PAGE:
The Daily News newsroom in Woodland Hills after the Jan. 17, 1994 earthquake. DN file photo.
The Northridge earthquake struck at 4:31 in the morning on January 17, 1994 — instantly waking up almost everybody in the Los Angeles metropolitan area, while also blanketing much of the city in darkness and knocking out most phone service. When the sun rose a couple of hours later, a lot of things looked normal at first, but of course the reality was anything but usual. Apartment houses in the Valley had collapsed onto their first floors, crushing people and cars. Medical buildings and concrete parking structures had failed — their ends fell off or they simply bent over onto themselves. The Santa Monica Freeway pavement had snapped in Mid-City, the I-5 freeway in Newhall Pass. Streets had cracked and there were hundreds of scattered fires. Thousands of people fled their homes and stayed outside through the scary aftershocks. Chimneys were down all over the place. Schools and most businesses failed to open that day. Due to the luck of timing, classrooms were empty when the quake struck, or else we would be talking about this anniversary much more somberly. As it was, at least 57 people died, maybe more depending on who's counting.
Twenty years ago the web was not a major factor in communications or the reporting of news. The LA Times Valley Edition and the Daily News both had trashed newsrooms in the Valley; the Times at least had the downtown newsroom to use. Michael Anastasi, the current executive editor of all the Los Angeles New Group papers, which includes the Daily News, recalls in a Sunday piece just how difficult that day was. He lived in Northridge and writes that he will never forget the sound.
I have tried many times to describe that sound, that awesome and terrible rumble that jolted all of us in the San Fernando Valley awake so very early that chilly winter morning. I’ve never quite found the words to accurately describe it, though I can still hear it in my mind, and others who experienced it nod their heads anyway as I struggle to recount it.
They know, and they won’t forget it either....
I wandered outside of my apartment, in the dark, and stood on the sidewalk, among dozens of neighbors I had never met. A man ran by, terrified and naked, illuminated by a gas plume blazing a block away.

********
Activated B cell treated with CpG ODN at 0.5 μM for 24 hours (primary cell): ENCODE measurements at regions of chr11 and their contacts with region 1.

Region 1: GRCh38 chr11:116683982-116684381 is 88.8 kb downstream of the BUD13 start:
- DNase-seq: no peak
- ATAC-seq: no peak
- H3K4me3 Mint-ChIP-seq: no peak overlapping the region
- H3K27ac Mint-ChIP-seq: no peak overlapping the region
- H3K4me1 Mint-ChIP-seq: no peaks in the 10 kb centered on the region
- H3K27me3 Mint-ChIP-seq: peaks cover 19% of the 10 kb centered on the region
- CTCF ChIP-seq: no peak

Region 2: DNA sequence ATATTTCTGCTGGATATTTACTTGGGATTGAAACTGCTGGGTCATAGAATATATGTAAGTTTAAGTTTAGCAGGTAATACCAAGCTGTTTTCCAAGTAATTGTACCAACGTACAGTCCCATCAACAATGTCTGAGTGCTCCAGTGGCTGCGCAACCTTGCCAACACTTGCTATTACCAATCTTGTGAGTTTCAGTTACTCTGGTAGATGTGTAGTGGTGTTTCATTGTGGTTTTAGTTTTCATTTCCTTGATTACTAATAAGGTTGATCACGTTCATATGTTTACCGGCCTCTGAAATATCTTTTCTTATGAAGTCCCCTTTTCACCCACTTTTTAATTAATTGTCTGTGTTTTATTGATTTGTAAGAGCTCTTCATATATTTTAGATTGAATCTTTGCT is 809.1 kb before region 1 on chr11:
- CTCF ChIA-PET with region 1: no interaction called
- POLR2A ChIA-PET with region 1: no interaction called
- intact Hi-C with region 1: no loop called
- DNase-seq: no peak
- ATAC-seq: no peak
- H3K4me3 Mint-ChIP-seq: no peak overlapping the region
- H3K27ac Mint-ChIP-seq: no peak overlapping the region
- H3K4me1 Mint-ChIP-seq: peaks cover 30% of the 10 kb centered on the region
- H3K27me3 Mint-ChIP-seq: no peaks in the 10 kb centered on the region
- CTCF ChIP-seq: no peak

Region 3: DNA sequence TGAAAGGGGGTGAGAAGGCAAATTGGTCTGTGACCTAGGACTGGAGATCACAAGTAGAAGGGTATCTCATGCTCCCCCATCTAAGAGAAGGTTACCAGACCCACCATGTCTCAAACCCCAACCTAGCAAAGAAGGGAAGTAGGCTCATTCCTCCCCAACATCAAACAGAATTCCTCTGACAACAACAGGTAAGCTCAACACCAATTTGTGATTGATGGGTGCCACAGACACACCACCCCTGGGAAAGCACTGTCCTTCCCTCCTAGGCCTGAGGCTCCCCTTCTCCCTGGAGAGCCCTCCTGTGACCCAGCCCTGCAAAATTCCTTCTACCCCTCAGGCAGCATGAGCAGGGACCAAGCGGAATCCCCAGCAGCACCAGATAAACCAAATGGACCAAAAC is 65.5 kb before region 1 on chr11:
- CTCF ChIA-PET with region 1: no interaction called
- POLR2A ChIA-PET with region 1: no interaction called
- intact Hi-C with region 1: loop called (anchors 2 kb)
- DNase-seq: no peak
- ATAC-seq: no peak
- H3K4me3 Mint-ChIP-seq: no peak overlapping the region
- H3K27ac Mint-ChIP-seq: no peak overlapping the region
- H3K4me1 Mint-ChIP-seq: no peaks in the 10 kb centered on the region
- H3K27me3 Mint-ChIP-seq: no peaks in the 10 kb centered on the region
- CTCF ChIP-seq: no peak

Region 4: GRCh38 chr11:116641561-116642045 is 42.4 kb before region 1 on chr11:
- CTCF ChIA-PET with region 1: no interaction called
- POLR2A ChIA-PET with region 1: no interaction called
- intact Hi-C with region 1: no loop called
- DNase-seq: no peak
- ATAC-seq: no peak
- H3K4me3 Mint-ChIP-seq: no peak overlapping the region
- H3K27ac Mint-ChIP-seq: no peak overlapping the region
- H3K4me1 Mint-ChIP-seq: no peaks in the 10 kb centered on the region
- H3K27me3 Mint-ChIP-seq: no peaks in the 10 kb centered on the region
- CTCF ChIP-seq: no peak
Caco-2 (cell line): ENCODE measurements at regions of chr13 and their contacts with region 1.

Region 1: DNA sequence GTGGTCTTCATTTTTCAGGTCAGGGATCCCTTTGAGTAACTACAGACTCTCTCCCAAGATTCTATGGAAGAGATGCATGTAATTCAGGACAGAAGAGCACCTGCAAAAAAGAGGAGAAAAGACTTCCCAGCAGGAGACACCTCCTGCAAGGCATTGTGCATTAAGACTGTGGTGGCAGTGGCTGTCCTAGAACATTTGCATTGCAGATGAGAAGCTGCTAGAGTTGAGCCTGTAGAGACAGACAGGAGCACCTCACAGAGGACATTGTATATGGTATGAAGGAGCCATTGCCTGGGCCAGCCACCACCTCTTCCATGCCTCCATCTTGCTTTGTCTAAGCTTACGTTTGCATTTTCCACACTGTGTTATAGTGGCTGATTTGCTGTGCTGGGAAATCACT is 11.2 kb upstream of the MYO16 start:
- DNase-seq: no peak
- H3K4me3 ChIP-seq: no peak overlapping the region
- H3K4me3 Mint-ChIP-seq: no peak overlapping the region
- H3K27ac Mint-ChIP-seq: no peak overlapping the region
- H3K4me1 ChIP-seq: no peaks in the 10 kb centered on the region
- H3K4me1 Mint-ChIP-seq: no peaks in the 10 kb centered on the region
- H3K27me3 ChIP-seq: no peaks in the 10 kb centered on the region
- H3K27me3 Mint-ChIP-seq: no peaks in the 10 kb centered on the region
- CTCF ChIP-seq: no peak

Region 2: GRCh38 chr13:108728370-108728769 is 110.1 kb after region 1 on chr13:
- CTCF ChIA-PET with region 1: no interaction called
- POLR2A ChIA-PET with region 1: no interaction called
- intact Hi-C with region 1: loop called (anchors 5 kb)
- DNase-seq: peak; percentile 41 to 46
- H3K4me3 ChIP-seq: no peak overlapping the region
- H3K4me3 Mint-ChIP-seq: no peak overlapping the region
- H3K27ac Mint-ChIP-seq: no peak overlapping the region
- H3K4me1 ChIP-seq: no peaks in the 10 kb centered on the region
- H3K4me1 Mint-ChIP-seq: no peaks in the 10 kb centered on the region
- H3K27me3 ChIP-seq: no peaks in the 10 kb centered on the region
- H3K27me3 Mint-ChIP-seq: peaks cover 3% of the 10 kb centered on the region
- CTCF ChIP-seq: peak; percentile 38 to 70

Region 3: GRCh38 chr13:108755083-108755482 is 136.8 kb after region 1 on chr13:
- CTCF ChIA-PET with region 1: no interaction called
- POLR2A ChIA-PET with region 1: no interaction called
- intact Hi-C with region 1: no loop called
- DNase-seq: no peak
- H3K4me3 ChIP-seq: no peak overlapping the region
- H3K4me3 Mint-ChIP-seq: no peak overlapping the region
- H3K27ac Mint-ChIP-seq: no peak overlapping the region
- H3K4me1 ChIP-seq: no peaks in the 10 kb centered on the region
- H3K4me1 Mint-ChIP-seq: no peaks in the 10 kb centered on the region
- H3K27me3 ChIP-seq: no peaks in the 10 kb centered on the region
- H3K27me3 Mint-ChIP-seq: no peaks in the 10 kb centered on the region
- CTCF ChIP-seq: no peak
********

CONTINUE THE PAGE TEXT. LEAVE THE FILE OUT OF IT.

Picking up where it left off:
A small team of volunteers crept through our severely damaged newsroom and production room, retrieving critical equipment and supplies despite concerns of a structural failure. In that earlier computer period, the Daily News Page One nameplate was something physical, not an electronic file. In order to publish — and Bob Burdick, the Daily News editor at that time, made it clear we were going to publish — we needed that nameplate, the masthead, column logos, camera film and many other tools that have since become obsolete.
Anastasi's role that day was to take dictation from reporters in a borrowed office in Santa Monica. He remembers heading home after the long day and cresting Sepulveda Pass on the 405, where the Valley lights usually fill the windshield. "I will never forget the sight," he says. "Pitch black."
The LANG papers have a quake anniversary package up. Here's Dana Bartholomew's mainbar and a gallery of Daily News photographs. If you weren't around here then, take a look and see what possibly awaits the next time. Northridge was officially a 6.7 earthquake and caused billions in damage and lost wealth. It's the largest quake to break under the city of Los Angeles, but there have been 11 stronger quakes in California since 1925.
“The thing we need to understand,” says Lucy Jones, the USGS quake expert, “is that Northridge was really not a big earthquake. Northridge is a moderate to large earthquake. We have the potential for much larger and much more damaging quake.”
More media coverage:
Are quakes the price Californians pay for paradise? KPCC
CBS 2 ran a special Sunday night with anchors Pat Harvey and Paul Magers.